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The situation from Nokia may have just gone from bad to worse

Fresh off not as bad as expected earnings, Nokia, Oyj. (HEL:NOK1V) is preparing to launch Windows Phone 7.5 "Mango" handsets at the annual Nokia World conference in London.  That lineup is expected to include the "Sea Ray"/"Sun" and the Nokia 800, a WP7.5 version of the slick iPod Nano-esque N9.

But disturbing news arrived this week from U.S. advertising blog AdAge, which revealed that Nokia and its partners had been shopping around a troubling document while looking for a U.S. ad agency.  That document revealed that Nokia would likely not launch a handset in the U.S. at all in 2011.

Previously Nokia had always suggested that there would be some product in the U.S. by the end of 2011.  It had used phrases like "limit availability" to characterize this lower volume launch and labeled 2012 the time frame for the "full launch".  But again, there was always the assumption that the company would deliver at least some product, in order to excited customers in the lucrative U.S. market.

If true, this is a major blow to Microsoft Corp.'s (MSFT) hopes to grow market share in the U.S.

It's also evidence of Nokia's ongoing struggles in the U.S. both in sales and at a corporate level in adapting to U.S. carriers' business model.  Unlike many foreign regions where handsets are sold at-cost unlocked, U.S. carriers tend to rely on subsidized locked handsets.  Those subsidies add an extra wrinkle of complexity for handset makers, as they now must appeal to both the customer and the carrier.

Still, it's unacceptable that Nokia has been unable to master this slightly different business model, particularly when its non-U.S. peers like Samsung Electronics Comp., Ltd. (SEO 005930) have done so with ease.

If Nokia indeed delivers its product payload in early 2012, it will not only miss the lucrative holiday shopping season, it will also be delivering already dated hardware onto the ultra-competitive American market.  That may be a death sentence to Nokia's hopes of being a strong competitor in the U.S.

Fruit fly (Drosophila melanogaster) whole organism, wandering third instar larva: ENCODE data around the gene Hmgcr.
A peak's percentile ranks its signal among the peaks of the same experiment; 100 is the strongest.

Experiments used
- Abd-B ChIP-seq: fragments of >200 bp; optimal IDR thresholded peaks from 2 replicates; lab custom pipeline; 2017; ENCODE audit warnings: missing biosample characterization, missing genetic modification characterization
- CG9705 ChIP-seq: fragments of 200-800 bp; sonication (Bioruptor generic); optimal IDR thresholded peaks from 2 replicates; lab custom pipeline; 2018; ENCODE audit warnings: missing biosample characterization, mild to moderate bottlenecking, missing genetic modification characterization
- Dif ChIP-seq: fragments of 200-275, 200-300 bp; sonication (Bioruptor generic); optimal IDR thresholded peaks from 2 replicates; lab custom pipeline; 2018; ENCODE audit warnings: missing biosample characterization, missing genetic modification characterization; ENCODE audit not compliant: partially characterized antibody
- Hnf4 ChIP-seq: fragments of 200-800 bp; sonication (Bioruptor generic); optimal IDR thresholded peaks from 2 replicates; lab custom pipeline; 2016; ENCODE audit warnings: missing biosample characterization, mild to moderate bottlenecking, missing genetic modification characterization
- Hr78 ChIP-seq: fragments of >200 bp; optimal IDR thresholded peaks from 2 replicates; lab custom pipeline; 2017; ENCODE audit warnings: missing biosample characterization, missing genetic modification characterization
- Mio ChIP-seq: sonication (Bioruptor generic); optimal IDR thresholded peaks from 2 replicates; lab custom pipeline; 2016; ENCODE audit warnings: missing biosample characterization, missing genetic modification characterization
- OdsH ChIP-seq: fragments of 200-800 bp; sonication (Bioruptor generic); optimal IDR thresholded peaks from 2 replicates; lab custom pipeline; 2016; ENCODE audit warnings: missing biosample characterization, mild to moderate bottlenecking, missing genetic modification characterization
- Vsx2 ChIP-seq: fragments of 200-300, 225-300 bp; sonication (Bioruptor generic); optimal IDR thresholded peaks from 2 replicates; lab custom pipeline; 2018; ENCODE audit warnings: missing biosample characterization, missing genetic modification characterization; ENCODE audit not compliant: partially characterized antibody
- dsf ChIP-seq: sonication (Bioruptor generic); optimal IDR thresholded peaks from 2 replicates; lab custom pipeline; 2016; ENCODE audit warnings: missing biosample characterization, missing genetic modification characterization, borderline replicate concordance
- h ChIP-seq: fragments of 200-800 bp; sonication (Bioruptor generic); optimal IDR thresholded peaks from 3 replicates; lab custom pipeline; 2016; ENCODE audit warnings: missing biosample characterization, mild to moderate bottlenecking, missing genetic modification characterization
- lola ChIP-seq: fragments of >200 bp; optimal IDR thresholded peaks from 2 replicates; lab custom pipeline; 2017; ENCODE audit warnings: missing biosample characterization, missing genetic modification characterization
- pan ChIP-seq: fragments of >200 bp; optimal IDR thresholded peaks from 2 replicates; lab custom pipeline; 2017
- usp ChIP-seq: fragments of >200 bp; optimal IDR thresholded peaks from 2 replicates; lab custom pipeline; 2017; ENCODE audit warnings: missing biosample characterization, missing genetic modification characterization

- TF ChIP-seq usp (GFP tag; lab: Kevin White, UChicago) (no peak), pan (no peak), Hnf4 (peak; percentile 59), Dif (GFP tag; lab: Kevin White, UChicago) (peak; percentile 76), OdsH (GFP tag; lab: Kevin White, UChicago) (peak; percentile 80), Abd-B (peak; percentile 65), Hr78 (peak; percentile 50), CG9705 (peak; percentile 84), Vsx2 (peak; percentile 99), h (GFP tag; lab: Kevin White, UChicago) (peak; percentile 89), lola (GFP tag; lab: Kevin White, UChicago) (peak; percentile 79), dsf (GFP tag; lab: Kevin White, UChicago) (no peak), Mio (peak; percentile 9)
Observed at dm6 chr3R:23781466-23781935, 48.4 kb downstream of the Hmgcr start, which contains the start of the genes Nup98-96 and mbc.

It's already simply dumbfounding that Nokia is the flagship partner of Microsoft's Windows Phone 7 project, yet it has been unable to bring smart phones to market as fast as other WP7.5 manufacturers.  Now the situation may be about to go from bad to worse.

Source: AdAge

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By woofersus on 10/25/2011 2:44:56 PM , Rating: 2
Nokia already made the decision to build WP7 based phones. Regardless of whether or not that's the right move, what doesn't make sense is launching in January/February as opposed to November. Now if they just haven't been able to get it done in time, then I guess they don't have any choice, but it still represents a failure on Nokia's part not to bring their new flagship device(s) to market in time for the peak buying season. There's no way to spin that as a strategic decision.

As far as the attractiveness of WP7 to carriers and customers, you have to forget all the years of Windows Mobile. This is a new OS, and it obviously had to start at 0% market share. That doesn't necessarily make it not an attractive product. Android started somewhere too, and didn't really take off until the 2.0 update. The first year of sales were weak, but the OS has been substantially updated since that first round of phones. And nothing new came out all year really, because handset makers were waiting for the major fall update and the aforementioned holiday shopping season. The 5% market share figure isn't really indicative of success or failure at this point. It's no secret the lack of hardware has held WP7 back a bit. Of course I don't really know whether or not Windows Phone will ultimately be successful, but that's besides the point right now. The bottom line is that Samsung and HTC have seen fit to prepare (several!) new WP7.5 handsets for this fall, and yet the one company with the most riding on WP7.5 seems to have dropped the ball.

btw, I'm not sure what you mean about the current model "eating bandwidth." Android phones sync data too, and the amount involved there is fairly miniscule. Most people won't hit a 2GB cap without streaming music/movies or tethering, or maybe sending a ton of email with attachments. There was a bug in the Yahoo mail app that sucked down early on, but that was fixed like 10 months ago.

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